Seat belt use by police: Should they click it?

Dietrich Von Kuenssberg Jehle, David G. Wagner, James Mayrose, Usman Hashmi

Research output: Contribution to journalArticlepeer-review

9 Scopus citations


Background: Motor vehicle crashes are a leading cause of mortality in the United States, although seat belts significantly reduce the risk of death. Police officers do not always wear a seat belt. A retrospective study was conducted on all crashes that involved marked police vehicles in the United States and included a death in any of the involved vehicles. Methods: For the years 1997 through 2001, crash data were collected and analyzed from the Fatality Analysis Reporting System that included an isolated or multiple vehicle crash with a marked police vehicle and a resulting death in any of the involved vehicles. Motorcycle, aircraft, and undercover police crashes were excluded from this study. Only the occupants of the police vehicle involved in the crash were included in the study. In addition, crashes involving police vehicles where the status of seat belt use by the occupants of the police vehicle was unknown were also excluded. Results: When the crashes occurred, 59.9% of the officers were responding to nonemergency calls, 79.8% of the occupants were wearing their seat belts, and 79.5% survived. Of the 104 occupants that were not belted, 42 (40.4%) died in the crash, compared with 64 (15.5%) of the 412 belted occupants (risk ratio, 2.6; odds ratio, 3.7). Conclusion: The risk of death was 2.6 times higher for unbelted occupants of police vehicles than for belted occupants in our study population. In addition, seat belt use was not statistically related to emergency versus nonemergency calls.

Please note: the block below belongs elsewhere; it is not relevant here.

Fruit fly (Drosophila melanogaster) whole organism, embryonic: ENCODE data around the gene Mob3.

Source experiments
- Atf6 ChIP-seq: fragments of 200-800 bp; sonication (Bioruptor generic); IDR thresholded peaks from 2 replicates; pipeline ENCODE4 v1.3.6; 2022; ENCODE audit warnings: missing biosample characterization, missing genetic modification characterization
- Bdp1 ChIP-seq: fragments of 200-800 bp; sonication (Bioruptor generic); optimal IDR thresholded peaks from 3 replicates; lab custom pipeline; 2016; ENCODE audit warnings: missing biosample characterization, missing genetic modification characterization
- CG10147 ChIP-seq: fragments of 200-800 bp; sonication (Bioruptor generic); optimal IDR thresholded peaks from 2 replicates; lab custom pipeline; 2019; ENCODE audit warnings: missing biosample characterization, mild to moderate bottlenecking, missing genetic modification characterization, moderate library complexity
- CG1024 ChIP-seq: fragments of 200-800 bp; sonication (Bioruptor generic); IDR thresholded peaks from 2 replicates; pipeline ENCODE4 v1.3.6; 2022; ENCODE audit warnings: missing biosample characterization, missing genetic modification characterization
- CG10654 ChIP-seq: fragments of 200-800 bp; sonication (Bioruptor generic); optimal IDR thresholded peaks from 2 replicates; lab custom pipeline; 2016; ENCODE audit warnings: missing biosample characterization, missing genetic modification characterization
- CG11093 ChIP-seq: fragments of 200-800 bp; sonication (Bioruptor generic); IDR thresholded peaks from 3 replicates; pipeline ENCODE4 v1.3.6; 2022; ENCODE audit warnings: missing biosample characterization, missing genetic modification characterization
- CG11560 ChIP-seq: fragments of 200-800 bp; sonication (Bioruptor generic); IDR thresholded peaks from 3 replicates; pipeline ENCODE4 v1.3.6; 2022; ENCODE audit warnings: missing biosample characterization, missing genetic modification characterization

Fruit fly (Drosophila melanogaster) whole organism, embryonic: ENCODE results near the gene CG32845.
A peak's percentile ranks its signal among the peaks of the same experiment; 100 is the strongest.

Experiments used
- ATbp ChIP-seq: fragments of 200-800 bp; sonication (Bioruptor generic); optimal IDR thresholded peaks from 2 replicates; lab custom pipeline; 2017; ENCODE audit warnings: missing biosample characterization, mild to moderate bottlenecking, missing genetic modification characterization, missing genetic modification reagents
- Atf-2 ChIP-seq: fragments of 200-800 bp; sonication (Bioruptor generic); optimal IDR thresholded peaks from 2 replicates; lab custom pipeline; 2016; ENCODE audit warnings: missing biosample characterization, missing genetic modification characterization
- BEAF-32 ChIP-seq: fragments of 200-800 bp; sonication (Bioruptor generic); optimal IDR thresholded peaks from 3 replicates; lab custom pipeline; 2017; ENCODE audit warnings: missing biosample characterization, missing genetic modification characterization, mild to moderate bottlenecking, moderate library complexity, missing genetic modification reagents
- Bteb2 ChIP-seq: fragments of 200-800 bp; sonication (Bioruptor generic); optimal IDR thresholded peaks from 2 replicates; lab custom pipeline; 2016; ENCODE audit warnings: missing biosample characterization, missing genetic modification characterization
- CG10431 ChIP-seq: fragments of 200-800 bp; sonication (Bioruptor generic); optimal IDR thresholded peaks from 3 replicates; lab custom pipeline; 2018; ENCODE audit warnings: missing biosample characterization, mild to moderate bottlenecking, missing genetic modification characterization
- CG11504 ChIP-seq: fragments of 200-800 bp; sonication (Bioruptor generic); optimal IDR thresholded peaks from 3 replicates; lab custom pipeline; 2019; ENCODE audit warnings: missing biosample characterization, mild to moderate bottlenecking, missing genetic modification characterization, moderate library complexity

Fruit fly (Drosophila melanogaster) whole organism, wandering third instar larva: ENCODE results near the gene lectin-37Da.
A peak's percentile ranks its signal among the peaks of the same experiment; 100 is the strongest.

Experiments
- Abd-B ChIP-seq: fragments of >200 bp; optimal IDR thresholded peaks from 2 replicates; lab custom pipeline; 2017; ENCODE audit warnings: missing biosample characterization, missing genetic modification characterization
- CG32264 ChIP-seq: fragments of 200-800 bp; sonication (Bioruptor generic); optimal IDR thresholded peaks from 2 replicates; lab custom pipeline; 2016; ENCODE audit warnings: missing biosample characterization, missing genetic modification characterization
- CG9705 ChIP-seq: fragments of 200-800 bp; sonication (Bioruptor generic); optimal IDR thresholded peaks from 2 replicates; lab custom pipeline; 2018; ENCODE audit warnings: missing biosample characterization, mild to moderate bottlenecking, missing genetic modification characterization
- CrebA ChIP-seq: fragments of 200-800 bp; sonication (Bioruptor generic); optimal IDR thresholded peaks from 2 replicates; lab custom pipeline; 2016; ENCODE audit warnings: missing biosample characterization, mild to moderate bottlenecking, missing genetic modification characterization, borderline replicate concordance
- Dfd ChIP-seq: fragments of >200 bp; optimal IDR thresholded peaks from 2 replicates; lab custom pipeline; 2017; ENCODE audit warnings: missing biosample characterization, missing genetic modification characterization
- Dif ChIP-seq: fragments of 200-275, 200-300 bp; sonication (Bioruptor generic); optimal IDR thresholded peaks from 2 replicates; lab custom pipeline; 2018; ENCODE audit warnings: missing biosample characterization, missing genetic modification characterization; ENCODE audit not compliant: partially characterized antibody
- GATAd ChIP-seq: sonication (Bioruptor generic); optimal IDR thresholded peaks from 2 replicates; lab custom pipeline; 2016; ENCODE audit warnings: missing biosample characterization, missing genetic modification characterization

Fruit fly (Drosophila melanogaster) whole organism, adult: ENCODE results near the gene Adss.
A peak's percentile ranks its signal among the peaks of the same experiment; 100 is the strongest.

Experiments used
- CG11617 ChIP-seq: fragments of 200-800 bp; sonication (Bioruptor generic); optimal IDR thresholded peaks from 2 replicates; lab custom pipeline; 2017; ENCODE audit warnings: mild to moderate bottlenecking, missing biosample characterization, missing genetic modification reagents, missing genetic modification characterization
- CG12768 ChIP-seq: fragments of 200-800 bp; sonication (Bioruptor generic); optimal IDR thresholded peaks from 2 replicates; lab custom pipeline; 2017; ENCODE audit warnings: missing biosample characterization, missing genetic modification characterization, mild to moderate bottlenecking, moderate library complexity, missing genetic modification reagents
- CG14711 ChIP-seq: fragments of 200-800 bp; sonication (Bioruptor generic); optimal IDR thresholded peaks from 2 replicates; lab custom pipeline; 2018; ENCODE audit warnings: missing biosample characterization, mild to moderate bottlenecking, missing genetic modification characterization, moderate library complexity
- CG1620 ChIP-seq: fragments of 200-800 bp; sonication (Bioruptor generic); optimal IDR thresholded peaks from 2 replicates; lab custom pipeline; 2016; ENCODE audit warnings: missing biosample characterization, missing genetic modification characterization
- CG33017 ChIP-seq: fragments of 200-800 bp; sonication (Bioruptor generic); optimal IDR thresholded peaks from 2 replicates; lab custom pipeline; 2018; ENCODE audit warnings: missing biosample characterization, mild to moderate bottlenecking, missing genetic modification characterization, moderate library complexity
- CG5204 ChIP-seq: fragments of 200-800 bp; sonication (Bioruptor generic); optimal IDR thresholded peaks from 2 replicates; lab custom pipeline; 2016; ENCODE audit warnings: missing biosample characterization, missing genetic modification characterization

Original languageEnglish (US)
Pages (from-to)119-120
Number of pages2
JournalJournal of Trauma - Injury, Infection and Critical Care
Issue number1
StatePublished - Jan 2005
Externally publishedYes


  • Fatality Analysis Reporting System (PARS)
  • Motor vehicle crash (MVC)

ASJC Scopus subject areas

  • Surgery
  • Critical Care and Intensive Care Medicine


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